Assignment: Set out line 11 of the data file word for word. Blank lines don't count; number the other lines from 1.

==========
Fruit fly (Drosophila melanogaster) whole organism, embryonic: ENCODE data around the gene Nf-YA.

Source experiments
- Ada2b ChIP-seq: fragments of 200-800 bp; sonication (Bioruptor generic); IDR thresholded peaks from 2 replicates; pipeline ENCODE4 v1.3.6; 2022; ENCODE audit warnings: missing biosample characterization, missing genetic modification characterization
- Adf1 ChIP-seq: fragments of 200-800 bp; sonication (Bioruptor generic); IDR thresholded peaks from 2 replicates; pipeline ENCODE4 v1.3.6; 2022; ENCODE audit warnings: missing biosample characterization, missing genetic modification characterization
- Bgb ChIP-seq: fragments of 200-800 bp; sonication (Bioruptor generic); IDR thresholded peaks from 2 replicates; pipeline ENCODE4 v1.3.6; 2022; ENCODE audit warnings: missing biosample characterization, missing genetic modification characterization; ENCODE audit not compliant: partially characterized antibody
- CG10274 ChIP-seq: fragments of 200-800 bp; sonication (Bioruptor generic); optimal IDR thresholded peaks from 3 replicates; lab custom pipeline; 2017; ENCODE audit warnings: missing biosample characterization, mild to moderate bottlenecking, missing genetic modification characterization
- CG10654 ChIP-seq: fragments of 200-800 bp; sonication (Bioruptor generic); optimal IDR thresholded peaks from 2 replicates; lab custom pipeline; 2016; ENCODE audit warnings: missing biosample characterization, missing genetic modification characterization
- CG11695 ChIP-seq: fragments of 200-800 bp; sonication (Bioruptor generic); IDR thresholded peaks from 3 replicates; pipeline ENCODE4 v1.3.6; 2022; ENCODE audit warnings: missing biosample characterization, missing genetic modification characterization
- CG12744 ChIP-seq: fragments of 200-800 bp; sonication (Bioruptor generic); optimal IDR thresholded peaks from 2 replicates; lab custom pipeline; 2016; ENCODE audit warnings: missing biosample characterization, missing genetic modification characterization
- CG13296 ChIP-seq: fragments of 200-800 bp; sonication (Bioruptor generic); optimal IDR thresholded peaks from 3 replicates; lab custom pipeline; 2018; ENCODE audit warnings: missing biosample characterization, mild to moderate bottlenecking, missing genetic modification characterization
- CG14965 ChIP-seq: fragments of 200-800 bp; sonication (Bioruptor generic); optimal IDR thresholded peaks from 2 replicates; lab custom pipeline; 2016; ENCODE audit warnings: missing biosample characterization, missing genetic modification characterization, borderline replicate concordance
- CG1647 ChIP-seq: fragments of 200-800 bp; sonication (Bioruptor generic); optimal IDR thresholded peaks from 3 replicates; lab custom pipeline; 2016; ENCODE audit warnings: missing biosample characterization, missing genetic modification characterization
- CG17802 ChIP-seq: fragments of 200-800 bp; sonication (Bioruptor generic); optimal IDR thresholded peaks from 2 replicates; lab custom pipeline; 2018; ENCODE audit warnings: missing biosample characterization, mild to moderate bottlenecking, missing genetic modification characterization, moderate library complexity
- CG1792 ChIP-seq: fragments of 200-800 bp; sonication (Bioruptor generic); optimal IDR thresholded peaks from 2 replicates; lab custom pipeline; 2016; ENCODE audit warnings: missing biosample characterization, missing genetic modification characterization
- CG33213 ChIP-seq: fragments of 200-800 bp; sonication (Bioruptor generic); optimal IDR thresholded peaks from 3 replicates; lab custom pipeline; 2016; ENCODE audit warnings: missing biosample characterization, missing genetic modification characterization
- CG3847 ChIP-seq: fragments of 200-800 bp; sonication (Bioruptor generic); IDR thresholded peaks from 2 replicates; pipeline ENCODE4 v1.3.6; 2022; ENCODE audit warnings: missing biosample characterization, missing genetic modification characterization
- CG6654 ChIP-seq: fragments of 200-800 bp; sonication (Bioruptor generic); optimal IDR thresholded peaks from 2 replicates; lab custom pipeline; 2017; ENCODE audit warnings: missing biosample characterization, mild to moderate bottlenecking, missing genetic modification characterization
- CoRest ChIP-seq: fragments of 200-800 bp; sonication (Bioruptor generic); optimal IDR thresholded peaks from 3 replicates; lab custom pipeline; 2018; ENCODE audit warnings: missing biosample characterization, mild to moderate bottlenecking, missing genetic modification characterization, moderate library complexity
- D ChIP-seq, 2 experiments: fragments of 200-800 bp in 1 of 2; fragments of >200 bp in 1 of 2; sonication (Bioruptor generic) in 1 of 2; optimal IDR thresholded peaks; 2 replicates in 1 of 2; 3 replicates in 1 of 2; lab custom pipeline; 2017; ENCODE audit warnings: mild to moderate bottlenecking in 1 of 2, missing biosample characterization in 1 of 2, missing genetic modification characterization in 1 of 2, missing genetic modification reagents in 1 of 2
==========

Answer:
- CG14965 ChIP-seq: fragments of 200-800 bp; sonication (Bioruptor generic); optimal IDR thresholded peaks from 2 replicates; lab custom pipeline; 2016; ENCODE audit warnings: missing biosample characterization, missing genetic modification characterization, borderline replicate concordance